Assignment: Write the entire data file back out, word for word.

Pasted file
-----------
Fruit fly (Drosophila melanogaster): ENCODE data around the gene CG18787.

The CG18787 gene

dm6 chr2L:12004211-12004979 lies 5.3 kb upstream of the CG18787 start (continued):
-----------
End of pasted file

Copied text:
Fruit fly (Drosophila melanogaster): ENCODE data around the gene CG18787.

The CG18787 gene

dm6 chr2L:12004211-12004979 lies 5.3 kb upstream of the CG18787 start (continued):